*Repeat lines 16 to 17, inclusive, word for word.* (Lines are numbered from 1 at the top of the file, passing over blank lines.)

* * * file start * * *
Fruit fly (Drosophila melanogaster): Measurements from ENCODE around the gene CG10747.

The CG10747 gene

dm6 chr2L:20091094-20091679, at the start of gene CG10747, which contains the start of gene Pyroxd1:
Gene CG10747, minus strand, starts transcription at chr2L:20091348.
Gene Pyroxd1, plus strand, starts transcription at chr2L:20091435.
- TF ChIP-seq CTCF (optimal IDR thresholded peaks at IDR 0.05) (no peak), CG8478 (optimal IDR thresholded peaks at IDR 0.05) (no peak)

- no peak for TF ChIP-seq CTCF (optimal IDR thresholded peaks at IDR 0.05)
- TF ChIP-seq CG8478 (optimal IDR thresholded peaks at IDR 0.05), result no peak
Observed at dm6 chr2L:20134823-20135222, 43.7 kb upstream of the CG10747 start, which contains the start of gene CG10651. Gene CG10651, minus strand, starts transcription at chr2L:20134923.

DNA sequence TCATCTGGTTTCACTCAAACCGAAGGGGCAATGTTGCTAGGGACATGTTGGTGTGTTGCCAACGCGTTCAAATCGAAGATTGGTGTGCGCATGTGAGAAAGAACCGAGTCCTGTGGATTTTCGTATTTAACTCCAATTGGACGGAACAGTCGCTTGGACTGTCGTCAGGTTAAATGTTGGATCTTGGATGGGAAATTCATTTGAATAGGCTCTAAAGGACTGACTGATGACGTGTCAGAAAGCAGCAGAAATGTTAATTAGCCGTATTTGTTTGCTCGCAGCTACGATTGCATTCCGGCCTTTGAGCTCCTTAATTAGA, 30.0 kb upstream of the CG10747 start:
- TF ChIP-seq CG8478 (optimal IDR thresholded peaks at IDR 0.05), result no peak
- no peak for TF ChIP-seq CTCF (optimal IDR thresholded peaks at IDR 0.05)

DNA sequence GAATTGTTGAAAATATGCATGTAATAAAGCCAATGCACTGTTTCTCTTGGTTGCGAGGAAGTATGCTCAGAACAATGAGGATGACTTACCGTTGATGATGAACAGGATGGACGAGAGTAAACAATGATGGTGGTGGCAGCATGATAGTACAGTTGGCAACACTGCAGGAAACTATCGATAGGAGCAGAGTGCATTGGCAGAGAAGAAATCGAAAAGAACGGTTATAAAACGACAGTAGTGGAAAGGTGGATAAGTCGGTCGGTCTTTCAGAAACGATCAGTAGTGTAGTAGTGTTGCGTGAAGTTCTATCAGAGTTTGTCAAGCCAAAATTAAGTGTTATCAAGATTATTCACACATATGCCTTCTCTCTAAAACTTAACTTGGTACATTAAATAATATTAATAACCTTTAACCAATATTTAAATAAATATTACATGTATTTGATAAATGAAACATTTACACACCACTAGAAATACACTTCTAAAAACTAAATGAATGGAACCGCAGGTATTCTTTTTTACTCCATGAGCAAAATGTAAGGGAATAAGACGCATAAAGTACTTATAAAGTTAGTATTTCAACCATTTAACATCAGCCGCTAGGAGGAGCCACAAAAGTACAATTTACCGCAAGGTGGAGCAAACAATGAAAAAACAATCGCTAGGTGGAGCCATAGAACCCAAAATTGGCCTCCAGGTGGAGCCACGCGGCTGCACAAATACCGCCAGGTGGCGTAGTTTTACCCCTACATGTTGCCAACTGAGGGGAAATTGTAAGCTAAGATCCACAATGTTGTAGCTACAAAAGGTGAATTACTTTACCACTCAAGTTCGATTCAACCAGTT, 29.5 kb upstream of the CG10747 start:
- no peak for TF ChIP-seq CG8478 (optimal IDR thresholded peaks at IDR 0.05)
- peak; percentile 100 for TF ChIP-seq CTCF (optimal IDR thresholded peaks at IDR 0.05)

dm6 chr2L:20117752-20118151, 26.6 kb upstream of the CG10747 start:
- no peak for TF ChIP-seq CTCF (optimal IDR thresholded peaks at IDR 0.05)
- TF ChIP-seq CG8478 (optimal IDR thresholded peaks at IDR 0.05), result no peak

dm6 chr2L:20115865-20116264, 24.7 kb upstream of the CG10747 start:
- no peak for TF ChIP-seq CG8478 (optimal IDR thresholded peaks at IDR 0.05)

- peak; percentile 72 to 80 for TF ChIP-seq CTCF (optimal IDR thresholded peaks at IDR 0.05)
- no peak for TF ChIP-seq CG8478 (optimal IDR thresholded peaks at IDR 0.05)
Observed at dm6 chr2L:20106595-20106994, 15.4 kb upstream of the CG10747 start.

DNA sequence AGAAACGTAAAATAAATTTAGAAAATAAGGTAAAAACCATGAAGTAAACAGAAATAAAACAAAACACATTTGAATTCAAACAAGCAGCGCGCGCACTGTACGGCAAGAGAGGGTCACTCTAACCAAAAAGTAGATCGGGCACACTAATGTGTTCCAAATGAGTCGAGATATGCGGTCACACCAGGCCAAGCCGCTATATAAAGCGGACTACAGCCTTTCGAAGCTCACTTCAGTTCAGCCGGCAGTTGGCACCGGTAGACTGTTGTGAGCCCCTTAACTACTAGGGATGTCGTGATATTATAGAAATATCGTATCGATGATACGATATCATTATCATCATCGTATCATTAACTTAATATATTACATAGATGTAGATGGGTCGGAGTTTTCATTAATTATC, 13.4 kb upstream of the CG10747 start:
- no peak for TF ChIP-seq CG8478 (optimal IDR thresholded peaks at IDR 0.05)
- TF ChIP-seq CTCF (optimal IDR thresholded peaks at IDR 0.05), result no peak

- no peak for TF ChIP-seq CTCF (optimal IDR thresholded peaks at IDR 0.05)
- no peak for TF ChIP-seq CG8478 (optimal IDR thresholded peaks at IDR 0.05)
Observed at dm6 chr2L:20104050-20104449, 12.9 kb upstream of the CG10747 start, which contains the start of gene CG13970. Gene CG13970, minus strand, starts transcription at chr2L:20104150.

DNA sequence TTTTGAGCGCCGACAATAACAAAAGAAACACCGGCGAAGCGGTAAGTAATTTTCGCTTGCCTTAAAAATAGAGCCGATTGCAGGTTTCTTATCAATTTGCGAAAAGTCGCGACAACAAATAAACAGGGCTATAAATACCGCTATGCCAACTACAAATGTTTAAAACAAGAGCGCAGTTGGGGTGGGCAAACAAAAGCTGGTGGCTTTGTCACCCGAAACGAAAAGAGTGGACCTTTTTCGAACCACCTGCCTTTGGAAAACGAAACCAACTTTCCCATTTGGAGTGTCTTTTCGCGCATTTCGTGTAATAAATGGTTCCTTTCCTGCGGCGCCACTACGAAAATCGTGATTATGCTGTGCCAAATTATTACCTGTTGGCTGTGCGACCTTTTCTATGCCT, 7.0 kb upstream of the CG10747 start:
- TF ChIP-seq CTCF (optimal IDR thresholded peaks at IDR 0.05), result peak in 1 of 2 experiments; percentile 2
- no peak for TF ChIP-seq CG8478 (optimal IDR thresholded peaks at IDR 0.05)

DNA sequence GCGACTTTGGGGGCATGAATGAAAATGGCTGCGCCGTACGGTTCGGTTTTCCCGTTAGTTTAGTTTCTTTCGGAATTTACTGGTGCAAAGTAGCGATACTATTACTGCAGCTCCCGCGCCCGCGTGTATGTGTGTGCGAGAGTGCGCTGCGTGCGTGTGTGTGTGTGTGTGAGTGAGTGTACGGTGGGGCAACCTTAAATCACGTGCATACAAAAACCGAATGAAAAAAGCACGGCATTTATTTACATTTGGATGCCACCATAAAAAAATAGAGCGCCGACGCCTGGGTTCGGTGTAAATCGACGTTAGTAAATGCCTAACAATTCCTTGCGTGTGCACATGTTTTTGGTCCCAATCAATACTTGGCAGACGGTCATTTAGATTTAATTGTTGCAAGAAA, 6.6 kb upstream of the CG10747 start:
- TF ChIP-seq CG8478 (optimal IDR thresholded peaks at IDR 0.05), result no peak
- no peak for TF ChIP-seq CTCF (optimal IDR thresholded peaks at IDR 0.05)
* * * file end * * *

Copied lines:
dm6 chr2L:20117752-20118151, 26.6 kb upstream of the CG10747 start:
- no peak for TF ChIP-seq CTCF (optimal IDR thresholded peaks at IDR 0.05)